Biphasic effects of 5-HT1A agonism on impulsive responding are dissociable from effects on anxiety in the variable consecutive number task

  • Miranda L. Groft
  • Marigny C. Normann
  • Paige R. Nicklas
  • Julia E. Jagielo-Miller
  • Peter J. McLaughlinEmail author
Original Article


The serotonergic 5-HT1A receptor is known to be involved in both impulsivity and anxiety-related behavior. Although anxiety and impulsivity are different constructs, it has been shown that anxiogenesis can result in impulsiveness. It is therefore important to determine if the 5-HT1A receptor is involved in the commission of impulsive actions independent of its effects on anxiety. The 5-HT1A agonist 8-OH-DPAT (0.0125–0.1 mg/kg subcutaneous) increased impulsive action at low doses, but decreased it at higher doses, on the novel paced variable consecutive number with discriminative stimulus task (VCN). Neither the 5-HT1A antagonist WAY 100,635 (0.2–1.2 mg/kg subcutaneous), nor the noradrenergic antagonist and pharmacological stressor yohimbine (1–2 mg/kg intraperitoneal) altered measures of impulsivity. Stress induced by yohimbine was sufficient to produce anxiety-like behavior in the elevated zero maze, confirming that the VCN task is a selective assay of impulsive action that is not affected by anxiety. We hypothesize that the biphasic effect of 8-OH-DPAT is due to actions on presynaptic raphe 5-HT1A autoreceptors, and also postsynaptic 5-HT1A receptors. These results suggest that this receptor mediates impulsive action and that this is not secondary to its role in anxiety.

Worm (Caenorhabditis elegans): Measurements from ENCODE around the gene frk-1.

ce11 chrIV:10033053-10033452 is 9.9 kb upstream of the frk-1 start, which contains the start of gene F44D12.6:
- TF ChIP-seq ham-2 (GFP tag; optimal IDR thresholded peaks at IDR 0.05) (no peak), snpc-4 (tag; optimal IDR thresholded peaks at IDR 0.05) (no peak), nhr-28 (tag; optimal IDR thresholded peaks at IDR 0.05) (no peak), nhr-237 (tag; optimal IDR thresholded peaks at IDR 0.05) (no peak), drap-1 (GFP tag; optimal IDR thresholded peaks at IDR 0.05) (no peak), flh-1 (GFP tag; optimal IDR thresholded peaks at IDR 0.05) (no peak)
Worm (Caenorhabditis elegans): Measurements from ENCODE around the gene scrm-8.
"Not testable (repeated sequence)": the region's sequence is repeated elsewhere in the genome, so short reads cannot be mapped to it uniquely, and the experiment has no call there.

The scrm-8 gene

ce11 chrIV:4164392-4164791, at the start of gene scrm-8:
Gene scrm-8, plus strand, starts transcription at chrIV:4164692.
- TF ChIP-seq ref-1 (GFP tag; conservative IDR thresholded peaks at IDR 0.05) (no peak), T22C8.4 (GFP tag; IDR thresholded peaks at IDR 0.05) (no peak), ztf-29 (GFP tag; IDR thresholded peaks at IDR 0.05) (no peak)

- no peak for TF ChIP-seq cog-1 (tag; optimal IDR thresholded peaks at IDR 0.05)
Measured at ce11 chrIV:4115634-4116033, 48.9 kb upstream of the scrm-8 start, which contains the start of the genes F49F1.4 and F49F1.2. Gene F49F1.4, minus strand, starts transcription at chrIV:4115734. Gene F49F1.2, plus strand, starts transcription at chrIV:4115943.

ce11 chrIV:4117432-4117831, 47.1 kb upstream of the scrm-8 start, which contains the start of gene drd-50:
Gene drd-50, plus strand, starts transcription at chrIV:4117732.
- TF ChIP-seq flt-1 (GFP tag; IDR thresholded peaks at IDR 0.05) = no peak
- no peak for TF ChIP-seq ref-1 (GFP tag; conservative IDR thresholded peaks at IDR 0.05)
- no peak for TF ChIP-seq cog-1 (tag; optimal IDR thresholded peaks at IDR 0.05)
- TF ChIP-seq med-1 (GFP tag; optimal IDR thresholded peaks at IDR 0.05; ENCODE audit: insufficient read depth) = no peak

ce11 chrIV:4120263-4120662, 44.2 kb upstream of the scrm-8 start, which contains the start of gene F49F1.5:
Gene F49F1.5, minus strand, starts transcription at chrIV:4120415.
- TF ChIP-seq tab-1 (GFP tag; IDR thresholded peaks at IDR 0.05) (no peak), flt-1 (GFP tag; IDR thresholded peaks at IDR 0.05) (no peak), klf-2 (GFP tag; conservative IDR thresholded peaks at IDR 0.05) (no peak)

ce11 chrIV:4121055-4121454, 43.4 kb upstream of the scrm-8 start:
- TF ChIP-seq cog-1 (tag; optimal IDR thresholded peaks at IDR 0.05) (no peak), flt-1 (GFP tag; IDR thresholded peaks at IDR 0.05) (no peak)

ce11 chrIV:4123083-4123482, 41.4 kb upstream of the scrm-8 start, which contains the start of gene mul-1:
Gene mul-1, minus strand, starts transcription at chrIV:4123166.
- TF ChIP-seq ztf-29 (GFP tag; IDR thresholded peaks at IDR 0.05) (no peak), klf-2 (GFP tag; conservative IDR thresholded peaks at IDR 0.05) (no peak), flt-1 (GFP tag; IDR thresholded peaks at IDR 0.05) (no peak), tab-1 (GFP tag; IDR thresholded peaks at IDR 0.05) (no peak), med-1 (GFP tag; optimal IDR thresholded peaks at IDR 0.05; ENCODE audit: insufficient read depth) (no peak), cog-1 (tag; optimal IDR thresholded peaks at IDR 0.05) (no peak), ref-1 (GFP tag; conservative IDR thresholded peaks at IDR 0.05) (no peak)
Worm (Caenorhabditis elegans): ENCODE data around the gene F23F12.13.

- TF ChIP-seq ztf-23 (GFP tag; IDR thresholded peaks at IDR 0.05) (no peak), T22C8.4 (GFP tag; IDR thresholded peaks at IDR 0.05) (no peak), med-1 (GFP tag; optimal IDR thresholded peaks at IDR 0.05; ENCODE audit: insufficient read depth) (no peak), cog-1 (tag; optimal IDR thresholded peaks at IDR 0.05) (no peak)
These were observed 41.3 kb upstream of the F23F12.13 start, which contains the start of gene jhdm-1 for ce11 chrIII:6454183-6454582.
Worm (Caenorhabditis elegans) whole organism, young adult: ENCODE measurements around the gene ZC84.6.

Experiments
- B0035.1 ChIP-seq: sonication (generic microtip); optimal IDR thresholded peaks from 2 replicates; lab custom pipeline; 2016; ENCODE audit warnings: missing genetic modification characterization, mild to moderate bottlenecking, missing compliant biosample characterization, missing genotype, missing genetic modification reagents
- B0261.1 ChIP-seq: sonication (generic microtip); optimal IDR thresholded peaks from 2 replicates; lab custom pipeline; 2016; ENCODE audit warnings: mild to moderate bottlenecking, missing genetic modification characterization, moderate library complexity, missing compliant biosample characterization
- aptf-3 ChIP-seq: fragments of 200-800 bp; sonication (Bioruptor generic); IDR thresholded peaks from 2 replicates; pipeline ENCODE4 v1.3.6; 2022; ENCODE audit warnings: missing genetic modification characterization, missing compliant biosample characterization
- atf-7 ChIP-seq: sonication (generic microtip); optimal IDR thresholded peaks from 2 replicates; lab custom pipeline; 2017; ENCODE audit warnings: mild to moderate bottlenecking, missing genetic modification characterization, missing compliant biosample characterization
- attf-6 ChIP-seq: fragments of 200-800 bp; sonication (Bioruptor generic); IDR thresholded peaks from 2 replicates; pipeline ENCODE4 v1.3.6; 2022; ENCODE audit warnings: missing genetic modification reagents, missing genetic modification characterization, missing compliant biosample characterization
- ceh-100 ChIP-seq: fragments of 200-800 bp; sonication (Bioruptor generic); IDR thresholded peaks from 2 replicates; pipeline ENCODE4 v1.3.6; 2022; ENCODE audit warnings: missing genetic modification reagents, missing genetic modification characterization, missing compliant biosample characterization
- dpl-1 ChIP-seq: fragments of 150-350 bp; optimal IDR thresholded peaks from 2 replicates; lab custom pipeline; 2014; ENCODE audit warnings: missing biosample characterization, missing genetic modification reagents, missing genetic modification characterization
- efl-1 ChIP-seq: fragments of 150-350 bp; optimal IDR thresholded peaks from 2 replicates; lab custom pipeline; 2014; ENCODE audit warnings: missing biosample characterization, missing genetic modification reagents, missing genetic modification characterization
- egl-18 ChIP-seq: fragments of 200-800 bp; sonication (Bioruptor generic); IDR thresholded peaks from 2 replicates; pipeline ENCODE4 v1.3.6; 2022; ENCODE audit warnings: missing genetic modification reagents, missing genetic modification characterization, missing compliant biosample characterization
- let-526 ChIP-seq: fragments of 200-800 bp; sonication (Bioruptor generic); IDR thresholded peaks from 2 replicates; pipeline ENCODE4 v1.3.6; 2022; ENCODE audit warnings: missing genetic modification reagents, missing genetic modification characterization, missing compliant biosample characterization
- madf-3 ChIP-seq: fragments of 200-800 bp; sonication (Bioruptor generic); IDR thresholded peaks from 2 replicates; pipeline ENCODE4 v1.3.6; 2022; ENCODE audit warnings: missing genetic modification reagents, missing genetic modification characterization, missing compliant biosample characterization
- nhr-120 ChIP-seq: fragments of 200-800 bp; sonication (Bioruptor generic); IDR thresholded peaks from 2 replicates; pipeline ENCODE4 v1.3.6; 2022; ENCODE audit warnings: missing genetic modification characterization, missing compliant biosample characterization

5-HT1A receptors Anxiety Norepinephrine Operant Serotonin Stress 



The authors thank Rachel Hardy, Nathan Pistory, Maeve Stewart, Taylor Proper, and Mikaela Whalen for assistance in conducting the studies.

Authors’ contributions

MN, JJM, and PM conceived the design, MG, MN, PN, JJM, and PM conducted the research, MG, MN, PN analyzed the data, and MG, PN, and PM wrote the paper. All authors read and approved the manuscript.

Compliance with ethical standards

Conflict of interest

The authors declare that they have no conflict of interest.

Ethical approval

All applicable international, national, and/or institutional guidelines for the care and use of animals were followed. All procedures performed in studies involving animals were in accordance with the ethical standards of the institution at which the studies were conducted (Edinboro University IACUC protocol #2017-0101). This article does not contain any studies with human participants performed by any of the authors.


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Copyright information

© Springer-Verlag GmbH Germany, part of Springer Nature 2019

Authors and Affiliations

  1. 1.Department of PsychologyEdinboro University of PennsylvaniaEdinboroUSA
  2. 2.Department of PsychologyNorthern Illinois UniversityDeKalbUSA
  3. 3.Department of PsychologyUniversity of KentuckyLexingtonUSA

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